We are also going to try this same recipe with brandy.

This is a “must try”! If you love coffee, you need to make this.


Related Posts:

Coffee Bourbon Milkshake: Quite possibly the best milkshake you will ever have!

Coffee Liqueur on Punk Domestics

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Sweet & Sour… the drink

I’ve never been a big fan of “sweet and sour” food dishes. But give me a sweet and sour cocktail and I’m in heaven.

Last week we enjoyed a delicious dinner at one of our favorite Portland restaurants, Pok Pok. After sipping Tamarind Whiskey Sours, we returned home, anxious to try another tamarind cocktail with our Tamarind-Orange Gin.

Sweet & Sour

2 oz Tamarind-Orange Gin

2 oz Bourbon

1 TB Fresh squeezed lemon juice

1/2 tsp chocolate bourbon (or substitute a dash of chocolate bitters)

2 dashes cranberry bitters (optional)

Stir with ice, strain over more ice, and garnish with lemon slice or twist.

This made 2 small cocktails. You may want to double this depending on how thirsty you are…

Because we have so many infusions building up in our liquor cabinet (also known as the coat closet) we were able to throw a lot of additional flavors in there. Some of the last ingredients could be substituted with a different variety of bitters, and would turn out great.



Prune Brandy v. Prune Bourbon

If we told you we were doing a prune taste test, would it sound like we were trying to “spruce up” the menu at a senior living community?

I had not had prunes since I was a kid. I had seen some prune infusions at bars, and love how most dried fruits turn out in liqueurs, so we thought we would do a taste test… Prune Brandy v. Prune Bourbon

You decide…

Prune Liqueur

3 oz. dried prunes

1 1/2 c. of Brandy or Bourbon

Let infuse for approximately 2 weeks. Delicious!

For the prunes, we used Newman’s Organic. They were very soft and juicy for a dried fruit, and had no added sweeteners or preservatives. We split a 6 oz bag between the 2 spirits, which turned out to be about 10 large prunes per jar.

As for the taste test, both my husband and I prefer the Prune Bourbon. My husband is a bourbon lover. He loves all bourbons, especially on their own, so that is not really a fair judgment. But for myself, I am not a huge bourbon fan. I love a good Manhattan, and there are certain other bourbon cocktails that are spectacular, but it is not typically something that I would have on its own.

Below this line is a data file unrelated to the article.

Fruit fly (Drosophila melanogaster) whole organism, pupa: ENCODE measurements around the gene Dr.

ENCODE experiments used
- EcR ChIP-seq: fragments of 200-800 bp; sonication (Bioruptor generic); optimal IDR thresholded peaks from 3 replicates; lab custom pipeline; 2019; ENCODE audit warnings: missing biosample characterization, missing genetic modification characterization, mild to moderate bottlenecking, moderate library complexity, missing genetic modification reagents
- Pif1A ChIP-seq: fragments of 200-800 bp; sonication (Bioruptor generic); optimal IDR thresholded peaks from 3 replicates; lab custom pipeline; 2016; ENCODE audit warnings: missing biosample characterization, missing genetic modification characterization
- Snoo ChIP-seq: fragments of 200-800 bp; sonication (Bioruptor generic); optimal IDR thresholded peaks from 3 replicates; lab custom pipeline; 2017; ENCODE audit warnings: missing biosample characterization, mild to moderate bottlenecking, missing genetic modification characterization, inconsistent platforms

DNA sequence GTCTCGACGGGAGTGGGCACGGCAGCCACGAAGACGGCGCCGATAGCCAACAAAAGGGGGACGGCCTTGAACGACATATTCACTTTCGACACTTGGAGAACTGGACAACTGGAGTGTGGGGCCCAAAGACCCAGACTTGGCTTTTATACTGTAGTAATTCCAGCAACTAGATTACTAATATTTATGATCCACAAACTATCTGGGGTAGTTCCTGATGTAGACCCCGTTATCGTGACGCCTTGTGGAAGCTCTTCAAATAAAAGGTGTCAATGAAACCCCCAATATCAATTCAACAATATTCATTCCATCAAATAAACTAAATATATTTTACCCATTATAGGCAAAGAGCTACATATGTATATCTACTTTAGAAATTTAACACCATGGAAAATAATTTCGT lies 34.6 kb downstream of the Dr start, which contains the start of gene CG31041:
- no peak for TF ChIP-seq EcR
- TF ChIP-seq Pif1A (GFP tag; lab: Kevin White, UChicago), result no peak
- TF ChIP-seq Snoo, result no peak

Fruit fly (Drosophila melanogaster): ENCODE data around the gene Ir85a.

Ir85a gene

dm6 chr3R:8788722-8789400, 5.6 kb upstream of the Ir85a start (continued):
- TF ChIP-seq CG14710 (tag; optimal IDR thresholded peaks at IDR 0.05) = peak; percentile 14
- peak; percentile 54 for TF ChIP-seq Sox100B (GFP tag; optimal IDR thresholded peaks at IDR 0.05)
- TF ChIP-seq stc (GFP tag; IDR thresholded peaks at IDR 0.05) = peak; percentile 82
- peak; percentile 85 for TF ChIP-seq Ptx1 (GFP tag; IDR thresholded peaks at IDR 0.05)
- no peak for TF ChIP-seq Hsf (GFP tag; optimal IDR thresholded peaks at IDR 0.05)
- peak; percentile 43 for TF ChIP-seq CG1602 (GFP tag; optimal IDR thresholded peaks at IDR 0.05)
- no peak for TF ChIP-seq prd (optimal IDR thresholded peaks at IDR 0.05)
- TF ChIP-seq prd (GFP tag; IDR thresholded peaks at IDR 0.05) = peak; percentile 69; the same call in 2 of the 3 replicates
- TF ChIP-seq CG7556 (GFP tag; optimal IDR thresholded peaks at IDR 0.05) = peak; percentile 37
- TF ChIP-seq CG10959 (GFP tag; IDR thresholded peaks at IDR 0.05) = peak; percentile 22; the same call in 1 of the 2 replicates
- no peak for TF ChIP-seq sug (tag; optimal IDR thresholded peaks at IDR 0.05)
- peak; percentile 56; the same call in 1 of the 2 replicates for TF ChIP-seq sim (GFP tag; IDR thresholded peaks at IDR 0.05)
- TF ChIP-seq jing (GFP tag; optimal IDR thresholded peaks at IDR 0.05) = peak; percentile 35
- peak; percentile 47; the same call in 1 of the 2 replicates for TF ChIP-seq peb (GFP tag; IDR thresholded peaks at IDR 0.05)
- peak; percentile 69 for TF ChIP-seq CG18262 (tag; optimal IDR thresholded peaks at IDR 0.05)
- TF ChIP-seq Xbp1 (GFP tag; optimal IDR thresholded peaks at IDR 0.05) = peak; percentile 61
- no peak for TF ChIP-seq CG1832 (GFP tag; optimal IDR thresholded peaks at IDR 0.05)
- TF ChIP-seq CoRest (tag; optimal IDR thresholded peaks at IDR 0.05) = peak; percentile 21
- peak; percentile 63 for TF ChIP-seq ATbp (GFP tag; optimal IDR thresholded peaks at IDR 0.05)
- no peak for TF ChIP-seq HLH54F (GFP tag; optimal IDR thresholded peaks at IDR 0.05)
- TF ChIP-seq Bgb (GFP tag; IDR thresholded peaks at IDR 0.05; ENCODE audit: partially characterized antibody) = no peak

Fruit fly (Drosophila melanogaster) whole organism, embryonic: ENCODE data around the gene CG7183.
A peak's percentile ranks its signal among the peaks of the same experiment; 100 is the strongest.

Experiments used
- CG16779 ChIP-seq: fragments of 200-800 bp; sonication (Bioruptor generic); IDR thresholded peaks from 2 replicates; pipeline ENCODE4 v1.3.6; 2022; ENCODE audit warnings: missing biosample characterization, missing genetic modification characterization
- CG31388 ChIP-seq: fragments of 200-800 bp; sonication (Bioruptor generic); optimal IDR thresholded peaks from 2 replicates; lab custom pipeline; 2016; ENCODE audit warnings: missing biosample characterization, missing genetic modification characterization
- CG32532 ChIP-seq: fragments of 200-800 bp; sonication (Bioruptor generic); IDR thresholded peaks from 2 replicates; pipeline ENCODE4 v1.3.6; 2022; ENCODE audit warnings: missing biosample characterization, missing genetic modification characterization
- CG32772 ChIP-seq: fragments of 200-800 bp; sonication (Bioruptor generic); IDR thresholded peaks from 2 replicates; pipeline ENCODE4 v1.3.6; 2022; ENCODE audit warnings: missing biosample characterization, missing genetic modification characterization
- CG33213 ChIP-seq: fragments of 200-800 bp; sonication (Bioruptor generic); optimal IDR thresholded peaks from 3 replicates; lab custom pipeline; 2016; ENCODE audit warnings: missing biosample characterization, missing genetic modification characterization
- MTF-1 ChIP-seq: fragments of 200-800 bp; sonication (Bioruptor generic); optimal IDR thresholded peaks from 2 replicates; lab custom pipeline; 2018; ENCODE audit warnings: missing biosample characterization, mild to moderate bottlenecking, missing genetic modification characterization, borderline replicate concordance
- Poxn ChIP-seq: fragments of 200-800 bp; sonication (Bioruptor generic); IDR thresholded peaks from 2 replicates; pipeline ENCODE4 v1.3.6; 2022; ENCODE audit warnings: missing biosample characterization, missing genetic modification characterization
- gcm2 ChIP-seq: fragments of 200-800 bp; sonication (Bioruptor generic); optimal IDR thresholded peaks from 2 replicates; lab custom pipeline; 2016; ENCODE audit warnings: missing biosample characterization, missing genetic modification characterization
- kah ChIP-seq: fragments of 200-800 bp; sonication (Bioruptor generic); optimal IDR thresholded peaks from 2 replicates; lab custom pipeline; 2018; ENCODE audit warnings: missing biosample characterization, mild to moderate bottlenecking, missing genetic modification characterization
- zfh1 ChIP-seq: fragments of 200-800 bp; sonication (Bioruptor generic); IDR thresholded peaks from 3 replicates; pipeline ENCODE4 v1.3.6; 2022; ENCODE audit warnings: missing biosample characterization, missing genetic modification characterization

Infusing bourbon has really changed my feelings about this spirit. I have to say, I think bourbon makes some of the easiest, and tastiest liqueurs we have made. It has so many flavors and sugars of its own, and they blend so nicely with nearly anything that you would choose to infuse.

The Prune Brandy is also spectacular, so don’t let this rant convince you not to try that as well. I can see why the “prune” industry has been trying to give itself a face-lift over the past few years. I believe the proper term is now “dried plums” but they will always be prunes to me… But I think I’ll start buying them more often now!


Related Posts:
Boozy Spiced Sugar Plums

Boozy Prune Jam

Plum Liqueur


Black Forest Cocktail

What happens when boozy cherries, cherry bourbon, chocolate bourbon and coconut liqueur get together? Deliciousness! That’s what happens.

It may not look pretty, but it is freaking awesome!

We present to you the Black Forest Cocktail (serves 2)

3 oz Chocolate Bourbon

2 oz Cherry Bourbon

2 oz Coconut liqueur

2 oz boozy cherry syrup (from creme de cocoa cherries, brandied cherries, etc.)

4 Creme de cocoa or brandied cherries

Muddle 2 cherries in the bottom of each glass. Combine all liquid ingredients in a shaker or glass, add ice and stir until well chilled. Strain into glasses over the muddled cherries.

The boozy cherry syrup is a simple syrup that is infused with a spirit of your choice and fresh cherries. We will (at some point… probably cherry season) post our boozy cherry recipes. But we have cocktails to make and booze to infuse… please be patient.

This cocktail used a lot of the flavors that we have shown you over the last few months. If you don’t have all of them, I’m sure you can figure out some substitutions. Coconut liqueur is a pretty easy one to figure out, as is the cherry bourbon. If you don’t have the Chocolate Bourbon… please make it ASAP!

Enjoy the weekend… we are!